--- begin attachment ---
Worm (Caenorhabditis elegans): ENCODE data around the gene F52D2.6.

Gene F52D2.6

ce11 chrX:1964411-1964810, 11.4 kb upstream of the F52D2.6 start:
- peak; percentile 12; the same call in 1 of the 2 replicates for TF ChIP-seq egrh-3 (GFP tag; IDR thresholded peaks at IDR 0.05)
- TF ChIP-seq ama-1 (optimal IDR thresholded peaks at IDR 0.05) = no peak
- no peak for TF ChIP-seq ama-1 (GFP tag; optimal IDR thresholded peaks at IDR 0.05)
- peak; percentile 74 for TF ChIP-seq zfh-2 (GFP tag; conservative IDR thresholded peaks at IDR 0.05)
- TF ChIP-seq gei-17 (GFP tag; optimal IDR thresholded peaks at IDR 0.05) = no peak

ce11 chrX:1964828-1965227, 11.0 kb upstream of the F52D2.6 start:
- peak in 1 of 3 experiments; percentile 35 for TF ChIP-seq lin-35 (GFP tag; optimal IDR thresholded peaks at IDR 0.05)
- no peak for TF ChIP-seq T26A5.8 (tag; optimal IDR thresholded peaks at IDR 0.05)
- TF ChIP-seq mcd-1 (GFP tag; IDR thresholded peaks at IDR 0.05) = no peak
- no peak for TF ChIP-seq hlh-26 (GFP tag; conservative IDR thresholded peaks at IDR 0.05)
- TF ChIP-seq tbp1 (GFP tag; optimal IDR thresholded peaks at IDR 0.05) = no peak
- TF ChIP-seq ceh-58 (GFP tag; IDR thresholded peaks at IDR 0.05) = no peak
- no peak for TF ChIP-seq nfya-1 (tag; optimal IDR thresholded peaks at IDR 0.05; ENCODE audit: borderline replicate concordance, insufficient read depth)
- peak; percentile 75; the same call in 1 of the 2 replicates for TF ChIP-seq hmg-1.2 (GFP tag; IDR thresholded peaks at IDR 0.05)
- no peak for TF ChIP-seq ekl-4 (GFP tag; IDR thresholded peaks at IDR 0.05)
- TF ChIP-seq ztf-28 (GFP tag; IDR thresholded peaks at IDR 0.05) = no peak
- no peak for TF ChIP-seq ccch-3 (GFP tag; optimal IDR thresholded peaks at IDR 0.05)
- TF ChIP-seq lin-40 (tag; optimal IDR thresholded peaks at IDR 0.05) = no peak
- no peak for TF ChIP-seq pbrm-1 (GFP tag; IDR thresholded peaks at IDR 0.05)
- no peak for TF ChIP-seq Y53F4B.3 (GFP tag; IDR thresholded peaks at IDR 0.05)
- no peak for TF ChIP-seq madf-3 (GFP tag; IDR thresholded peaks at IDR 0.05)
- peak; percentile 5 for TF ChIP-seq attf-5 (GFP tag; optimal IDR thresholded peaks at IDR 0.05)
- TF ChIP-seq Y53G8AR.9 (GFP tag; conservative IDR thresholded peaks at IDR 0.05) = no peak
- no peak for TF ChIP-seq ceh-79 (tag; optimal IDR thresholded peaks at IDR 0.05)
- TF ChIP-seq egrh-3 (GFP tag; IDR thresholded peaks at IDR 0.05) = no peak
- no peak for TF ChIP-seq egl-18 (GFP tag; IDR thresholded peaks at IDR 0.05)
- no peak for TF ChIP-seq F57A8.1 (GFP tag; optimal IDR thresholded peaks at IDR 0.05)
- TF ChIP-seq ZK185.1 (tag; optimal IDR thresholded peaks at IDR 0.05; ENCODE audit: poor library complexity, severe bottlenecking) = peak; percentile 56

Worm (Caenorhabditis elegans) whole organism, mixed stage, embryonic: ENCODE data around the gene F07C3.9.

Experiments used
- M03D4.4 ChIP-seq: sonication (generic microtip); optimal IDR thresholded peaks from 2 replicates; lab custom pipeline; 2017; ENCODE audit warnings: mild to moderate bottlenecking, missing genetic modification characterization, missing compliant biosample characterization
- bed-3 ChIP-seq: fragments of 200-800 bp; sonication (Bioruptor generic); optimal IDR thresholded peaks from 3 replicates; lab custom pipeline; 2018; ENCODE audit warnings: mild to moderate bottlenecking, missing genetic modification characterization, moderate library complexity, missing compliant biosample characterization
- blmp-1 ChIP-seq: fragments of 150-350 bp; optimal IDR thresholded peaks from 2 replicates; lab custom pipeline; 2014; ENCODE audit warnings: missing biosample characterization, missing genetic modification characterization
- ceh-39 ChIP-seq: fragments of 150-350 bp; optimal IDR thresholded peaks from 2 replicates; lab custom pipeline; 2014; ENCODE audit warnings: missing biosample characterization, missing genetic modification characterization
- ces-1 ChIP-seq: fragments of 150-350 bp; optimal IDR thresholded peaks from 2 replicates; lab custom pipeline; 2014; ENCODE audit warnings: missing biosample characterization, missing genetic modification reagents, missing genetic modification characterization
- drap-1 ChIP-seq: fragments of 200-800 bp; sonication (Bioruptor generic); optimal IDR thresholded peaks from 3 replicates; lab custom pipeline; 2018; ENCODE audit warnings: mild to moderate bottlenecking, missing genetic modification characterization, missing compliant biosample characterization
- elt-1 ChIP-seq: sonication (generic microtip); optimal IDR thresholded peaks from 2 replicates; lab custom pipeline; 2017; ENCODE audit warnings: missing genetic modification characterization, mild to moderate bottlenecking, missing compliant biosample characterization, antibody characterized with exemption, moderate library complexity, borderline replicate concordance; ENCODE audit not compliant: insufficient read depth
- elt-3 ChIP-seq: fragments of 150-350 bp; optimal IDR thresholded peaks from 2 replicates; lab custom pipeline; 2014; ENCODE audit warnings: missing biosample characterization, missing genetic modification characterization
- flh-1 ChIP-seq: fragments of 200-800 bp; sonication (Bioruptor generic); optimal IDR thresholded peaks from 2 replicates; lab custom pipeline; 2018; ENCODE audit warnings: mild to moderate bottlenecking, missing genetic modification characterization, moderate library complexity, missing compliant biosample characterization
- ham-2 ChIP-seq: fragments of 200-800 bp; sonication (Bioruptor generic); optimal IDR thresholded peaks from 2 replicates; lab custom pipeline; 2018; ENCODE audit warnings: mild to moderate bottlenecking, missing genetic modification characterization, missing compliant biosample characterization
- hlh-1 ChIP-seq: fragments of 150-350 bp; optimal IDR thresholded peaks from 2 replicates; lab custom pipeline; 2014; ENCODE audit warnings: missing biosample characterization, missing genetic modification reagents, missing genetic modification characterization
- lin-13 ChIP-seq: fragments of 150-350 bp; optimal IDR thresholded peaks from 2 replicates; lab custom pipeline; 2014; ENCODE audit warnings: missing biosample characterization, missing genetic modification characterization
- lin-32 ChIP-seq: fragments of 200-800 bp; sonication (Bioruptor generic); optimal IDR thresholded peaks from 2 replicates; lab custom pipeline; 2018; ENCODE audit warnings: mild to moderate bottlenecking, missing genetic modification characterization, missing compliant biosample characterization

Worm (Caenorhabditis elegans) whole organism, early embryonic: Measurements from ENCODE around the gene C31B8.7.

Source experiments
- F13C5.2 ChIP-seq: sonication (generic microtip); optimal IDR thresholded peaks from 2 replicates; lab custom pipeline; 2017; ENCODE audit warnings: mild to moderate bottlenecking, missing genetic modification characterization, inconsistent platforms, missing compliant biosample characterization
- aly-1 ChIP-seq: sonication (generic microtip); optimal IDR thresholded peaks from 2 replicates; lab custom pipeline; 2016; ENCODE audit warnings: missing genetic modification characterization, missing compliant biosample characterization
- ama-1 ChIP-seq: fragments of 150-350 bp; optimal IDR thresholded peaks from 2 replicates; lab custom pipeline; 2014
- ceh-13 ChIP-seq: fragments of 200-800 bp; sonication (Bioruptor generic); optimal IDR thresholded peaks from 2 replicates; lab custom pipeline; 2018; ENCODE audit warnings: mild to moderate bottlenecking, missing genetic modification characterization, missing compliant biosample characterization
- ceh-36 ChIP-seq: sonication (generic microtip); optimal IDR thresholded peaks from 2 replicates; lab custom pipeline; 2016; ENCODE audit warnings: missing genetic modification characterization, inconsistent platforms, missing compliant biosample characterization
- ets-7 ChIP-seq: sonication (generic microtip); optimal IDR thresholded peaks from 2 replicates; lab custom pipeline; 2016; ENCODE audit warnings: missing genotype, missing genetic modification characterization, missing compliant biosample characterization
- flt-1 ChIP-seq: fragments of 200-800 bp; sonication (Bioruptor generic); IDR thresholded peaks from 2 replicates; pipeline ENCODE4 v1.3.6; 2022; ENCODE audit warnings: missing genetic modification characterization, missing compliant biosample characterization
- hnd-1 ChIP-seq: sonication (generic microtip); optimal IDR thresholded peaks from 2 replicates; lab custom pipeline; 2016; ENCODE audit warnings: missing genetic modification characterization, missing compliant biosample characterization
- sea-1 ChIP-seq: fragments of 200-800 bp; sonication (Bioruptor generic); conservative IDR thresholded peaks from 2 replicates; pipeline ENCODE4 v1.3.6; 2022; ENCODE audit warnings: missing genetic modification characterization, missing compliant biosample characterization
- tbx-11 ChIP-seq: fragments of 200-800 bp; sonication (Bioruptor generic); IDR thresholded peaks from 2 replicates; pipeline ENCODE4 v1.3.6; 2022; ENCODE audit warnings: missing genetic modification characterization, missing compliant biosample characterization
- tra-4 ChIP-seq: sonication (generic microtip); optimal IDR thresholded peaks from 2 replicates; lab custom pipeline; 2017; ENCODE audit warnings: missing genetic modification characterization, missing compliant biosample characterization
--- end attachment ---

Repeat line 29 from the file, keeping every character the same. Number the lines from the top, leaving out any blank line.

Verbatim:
- no peak for TF ChIP-seq egl-18 (GFP tag; IDR thresholded peaks at IDR 0.05)